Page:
In this second part of our OBIEE series, the integration between OBIEE and Essbase is a seamless transition from our OLAP cube to the OBIEE suite managed by using OBIEE’s Administration Tool.
This Administration tool has been designed with wizards, utilities, and interface design elements to help administrators work more efficiently.
Using an existing Essbase outline called ‘test’, this outline can be used to import an OLAP connection to OBIEE.
From the Administration Tool, select
File | Import | from Multi-dimensional
Enter the provider type, Essbase Server name, and its login credentials. The physical layer table, connection pooling, etc. will be automated and established once the import completes. You can also manually set each individual component in the physical layer if you want this level of control.
When the Physical layer has been established, simply drag and drop the folder of your Essbase outline from the Physical layer to the Business Model and Mapping layer to define a mapping between the business model and the physical layer schemas.
Once the business model mapping has been established, move the business model to the Presentation layer to make it available for user views.
This Presentation layer allows the Administration tool to present customized views of the business model to users. The business models can be managed in this presentation layer by removing unwanted or unneeded columns, restrict certain columns from view, or maybe rename a column to a more user-friendly name.
Once adjustments to column views have been completed and ready in the presentation layer, it can be made available in the Subject Areas for users to develop reports using the Answers component of OBIEE.
So the three layers within the OBIEE Administration tool are defined as follows:
- Physical layer – Represents the physical structure of the data sources to which the Oracle BI Server submits queries. This layer is displayed in the right pane of the Administration Tool.
- Business Model and Mapping layer – Represents the logical structure of the information in the repository. The business models contain logical columns arranged in logical tables, logical joins, and dimensional hierarchy definitions. This layer also contains the mappings from the logical columns to the source data in the Physical layer. It is displayed in the middle pane of the Administration Tool.
- Presentation layer – Represents the presentation structure of the repository. This layer allows you to present a view different from the Business Model and Mapping layer to users. It is displayed in the left pane of the Administration Tool.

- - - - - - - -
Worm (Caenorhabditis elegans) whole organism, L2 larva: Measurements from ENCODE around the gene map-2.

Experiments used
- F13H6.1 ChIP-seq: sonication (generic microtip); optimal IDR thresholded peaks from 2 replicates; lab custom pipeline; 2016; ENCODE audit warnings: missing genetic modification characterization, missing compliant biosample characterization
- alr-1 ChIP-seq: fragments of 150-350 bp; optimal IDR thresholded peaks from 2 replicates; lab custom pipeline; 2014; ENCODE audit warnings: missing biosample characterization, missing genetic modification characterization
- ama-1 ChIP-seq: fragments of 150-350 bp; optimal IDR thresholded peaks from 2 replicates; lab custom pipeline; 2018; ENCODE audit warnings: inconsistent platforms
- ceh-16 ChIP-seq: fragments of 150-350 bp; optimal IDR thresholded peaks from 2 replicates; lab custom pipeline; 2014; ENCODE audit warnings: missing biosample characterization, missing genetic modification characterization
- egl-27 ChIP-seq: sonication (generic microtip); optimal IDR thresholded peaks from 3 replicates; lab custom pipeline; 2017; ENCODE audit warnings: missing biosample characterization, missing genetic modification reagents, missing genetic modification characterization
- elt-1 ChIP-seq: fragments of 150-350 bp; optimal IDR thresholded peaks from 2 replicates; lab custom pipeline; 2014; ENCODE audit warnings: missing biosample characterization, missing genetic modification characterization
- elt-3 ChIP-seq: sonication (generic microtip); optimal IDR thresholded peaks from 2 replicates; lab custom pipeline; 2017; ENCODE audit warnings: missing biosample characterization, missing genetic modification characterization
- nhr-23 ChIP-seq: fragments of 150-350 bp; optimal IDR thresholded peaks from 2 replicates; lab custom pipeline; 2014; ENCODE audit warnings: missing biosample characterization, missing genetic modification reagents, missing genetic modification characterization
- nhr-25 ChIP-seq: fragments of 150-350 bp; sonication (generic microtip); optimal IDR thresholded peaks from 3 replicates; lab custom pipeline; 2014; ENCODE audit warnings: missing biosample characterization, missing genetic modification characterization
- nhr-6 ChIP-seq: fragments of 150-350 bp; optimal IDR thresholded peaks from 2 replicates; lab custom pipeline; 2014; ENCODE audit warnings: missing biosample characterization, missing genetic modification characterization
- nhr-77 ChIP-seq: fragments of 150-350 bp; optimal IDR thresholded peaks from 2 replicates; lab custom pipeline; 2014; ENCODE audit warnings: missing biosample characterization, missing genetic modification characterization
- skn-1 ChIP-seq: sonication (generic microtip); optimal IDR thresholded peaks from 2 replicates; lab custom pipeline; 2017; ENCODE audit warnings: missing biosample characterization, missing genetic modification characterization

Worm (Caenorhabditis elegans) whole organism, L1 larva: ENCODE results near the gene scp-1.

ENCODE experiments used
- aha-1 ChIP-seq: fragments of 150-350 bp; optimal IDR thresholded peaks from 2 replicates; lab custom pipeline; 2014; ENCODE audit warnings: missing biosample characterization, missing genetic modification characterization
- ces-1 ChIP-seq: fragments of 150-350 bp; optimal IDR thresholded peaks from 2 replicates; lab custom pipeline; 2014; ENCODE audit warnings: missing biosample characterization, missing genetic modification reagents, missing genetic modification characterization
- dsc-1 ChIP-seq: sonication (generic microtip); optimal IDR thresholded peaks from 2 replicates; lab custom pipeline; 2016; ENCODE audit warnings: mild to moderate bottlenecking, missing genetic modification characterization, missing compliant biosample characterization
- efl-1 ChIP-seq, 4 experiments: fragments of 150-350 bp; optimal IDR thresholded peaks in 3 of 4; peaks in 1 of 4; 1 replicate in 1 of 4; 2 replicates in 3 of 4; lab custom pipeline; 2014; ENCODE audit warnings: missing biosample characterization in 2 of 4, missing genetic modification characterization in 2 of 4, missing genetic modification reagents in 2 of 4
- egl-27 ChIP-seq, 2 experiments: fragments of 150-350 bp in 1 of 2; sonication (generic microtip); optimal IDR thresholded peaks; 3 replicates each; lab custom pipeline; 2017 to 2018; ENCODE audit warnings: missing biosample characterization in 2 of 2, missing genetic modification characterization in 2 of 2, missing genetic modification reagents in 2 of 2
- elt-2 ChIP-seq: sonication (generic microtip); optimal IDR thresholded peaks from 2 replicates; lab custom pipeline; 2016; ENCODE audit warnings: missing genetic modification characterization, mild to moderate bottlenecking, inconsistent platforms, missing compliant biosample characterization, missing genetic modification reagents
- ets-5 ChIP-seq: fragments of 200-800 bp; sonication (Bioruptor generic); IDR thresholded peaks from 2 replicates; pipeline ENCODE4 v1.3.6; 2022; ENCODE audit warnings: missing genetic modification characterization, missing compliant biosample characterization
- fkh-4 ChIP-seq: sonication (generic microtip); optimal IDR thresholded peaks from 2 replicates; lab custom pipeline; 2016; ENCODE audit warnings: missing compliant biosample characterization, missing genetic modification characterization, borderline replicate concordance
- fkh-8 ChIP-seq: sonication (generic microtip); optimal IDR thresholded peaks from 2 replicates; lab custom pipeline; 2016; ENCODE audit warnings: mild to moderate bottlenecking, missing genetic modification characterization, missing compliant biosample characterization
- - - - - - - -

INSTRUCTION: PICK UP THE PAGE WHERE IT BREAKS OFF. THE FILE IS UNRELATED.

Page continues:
Some of the features of the Administration tool make management of metadata and data much less complicated. The change management feature makes it easy to change multiple object names, text, case, and adding prefixes and suffixes. This allows for drag and drop capabilities from the physical to the business model layer.
Organization of metadata is straightforward using a feature called metadata administration. This feature grants users the ability to create folders to manage dimension tables and hierarchies.
The multi-user collaboration feature regulates the off-line/on-line modes for read only or to take effect immediately. This enables metadata repositories to be checked out or checked in and authorizes multiple administrators to work on a repository concurrently.
The Export/Import feature supports the export and import of metadata to move systems from staging to production and provide documentation.
Defining how OLAP is presented to OBIEE has been explained in basic format within this blog article but readers should know that this Administration Tool is much more powerful and can allow for more focused control within each of its layer process managing metadata and data. It is integrated and is flexible and its goal is to help move disparate source data to the OBIEE suite.
The end result can be a visual dashboard that makes sense of data utilizing charts, graphs, stop lighting, embedded images, tickers, etc. to organize and present data in a manner your audience will embrace and use.
This concludes part 2 of the OBIEE & Essbase integration. Keep an eye out for my next article where I’ll review RDBMS integrated with OBIEE and how it can be used in conjunction with Essbase in Answers reporting.